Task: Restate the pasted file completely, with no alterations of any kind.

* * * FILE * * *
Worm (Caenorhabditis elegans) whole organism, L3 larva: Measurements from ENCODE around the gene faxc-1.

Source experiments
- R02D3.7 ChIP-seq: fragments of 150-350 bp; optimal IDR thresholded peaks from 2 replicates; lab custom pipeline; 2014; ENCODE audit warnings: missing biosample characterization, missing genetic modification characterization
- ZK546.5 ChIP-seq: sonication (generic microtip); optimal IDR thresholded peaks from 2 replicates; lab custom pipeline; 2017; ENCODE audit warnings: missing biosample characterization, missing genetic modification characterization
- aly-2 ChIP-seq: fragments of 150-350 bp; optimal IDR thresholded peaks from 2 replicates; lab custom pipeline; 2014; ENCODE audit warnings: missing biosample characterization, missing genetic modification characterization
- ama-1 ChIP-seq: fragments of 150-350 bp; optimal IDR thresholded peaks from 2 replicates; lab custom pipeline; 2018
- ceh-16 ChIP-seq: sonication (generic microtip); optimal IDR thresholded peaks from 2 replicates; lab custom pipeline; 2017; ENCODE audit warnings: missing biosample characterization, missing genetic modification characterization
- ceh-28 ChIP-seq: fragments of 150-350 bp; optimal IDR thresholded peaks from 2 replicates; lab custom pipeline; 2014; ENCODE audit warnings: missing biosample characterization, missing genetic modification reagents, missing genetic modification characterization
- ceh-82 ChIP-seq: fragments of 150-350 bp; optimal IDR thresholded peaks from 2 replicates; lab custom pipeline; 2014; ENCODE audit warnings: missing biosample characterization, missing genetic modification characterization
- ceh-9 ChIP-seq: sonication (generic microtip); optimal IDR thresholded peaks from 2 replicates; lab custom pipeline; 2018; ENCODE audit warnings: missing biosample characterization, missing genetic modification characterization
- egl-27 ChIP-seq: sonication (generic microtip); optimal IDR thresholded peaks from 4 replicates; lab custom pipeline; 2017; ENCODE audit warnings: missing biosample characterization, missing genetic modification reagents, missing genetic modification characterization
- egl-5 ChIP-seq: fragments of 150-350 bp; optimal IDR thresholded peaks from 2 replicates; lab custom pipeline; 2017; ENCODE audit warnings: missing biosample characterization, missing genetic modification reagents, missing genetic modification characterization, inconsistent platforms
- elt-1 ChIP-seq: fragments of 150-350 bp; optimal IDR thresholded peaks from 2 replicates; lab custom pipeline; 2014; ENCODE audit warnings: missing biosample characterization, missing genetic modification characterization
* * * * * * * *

Worm (Caenorhabditis elegans) whole organism, L3 larva: Measurements from ENCODE around the gene faxc-1.

Source experiments
- R02D3.7 ChIP-seq: fragments of 150-350 bp; optimal IDR thresholded peaks from 2 replicates; lab custom pipeline; 2014; ENCODE audit warnings: missing biosample characterization, missing genetic modification characterization
- ZK546.5 ChIP-seq: sonication (generic microtip); optimal IDR thresholded peaks from 2 replicates; lab custom pipeline; 2017; ENCODE audit warnings: missing biosample characterization, missing genetic modification characterization
- aly-2 ChIP-seq: fragments of 150-350 bp; optimal IDR thresholded peaks from 2 replicates; lab custom pipeline; 2014; ENCODE audit warnings: missing biosample characterization, missing genetic modification characterization
- ama-1 ChIP-seq: fragments of 150-350 bp; optimal IDR thresholded peaks from 2 replicates; lab custom pipeline; 2018
- ceh-16 ChIP-seq: sonication (generic microtip); optimal IDR thresholded peaks from 2 replicates; lab custom pipeline; 2017; ENCODE audit warnings: missing biosample characterization, missing genetic modification characterization
- ceh-28 ChIP-seq: fragments of 150-350 bp; optimal IDR thresholded peaks from 2 replicates; lab custom pipeline; 2014; ENCODE audit warnings: missing biosample characterization, missing genetic modification reagents, missing genetic modification characterization
- ceh-82 ChIP-seq: fragments of 150-350 bp; optimal IDR thresholded peaks from 2 replicates; lab custom pipeline; 2014; ENCODE audit warnings: missing biosample characterization, missing genetic modification characterization
- ceh-9 ChIP-seq: sonication (generic microtip); optimal IDR thresholded peaks from 2 replicates; lab custom pipeline; 2018; ENCODE audit warnings: missing biosample characterization, missing genetic modification characterization
- egl-27 ChIP-seq: sonication (generic microtip); optimal IDR thresholded peaks from 4 replicates; lab custom pipeline; 2017; ENCODE audit warnings: missing biosample characterization, missing genetic modification reagents, missing genetic modification characterization
- egl-5 ChIP-seq: fragments of 150-350 bp; optimal IDR thresholded peaks from 2 replicates; lab custom pipeline; 2017; ENCODE audit warnings: missing biosample characterization, missing genetic modification reagents, missing genetic modification characterization, inconsistent platforms
- elt-1 ChIP-seq: fragments of 150-350 bp; optimal IDR thresholded peaks from 2 replicates; lab custom pipeline; 2014; ENCODE audit warnings: missing biosample characterization, missing genetic modification characterization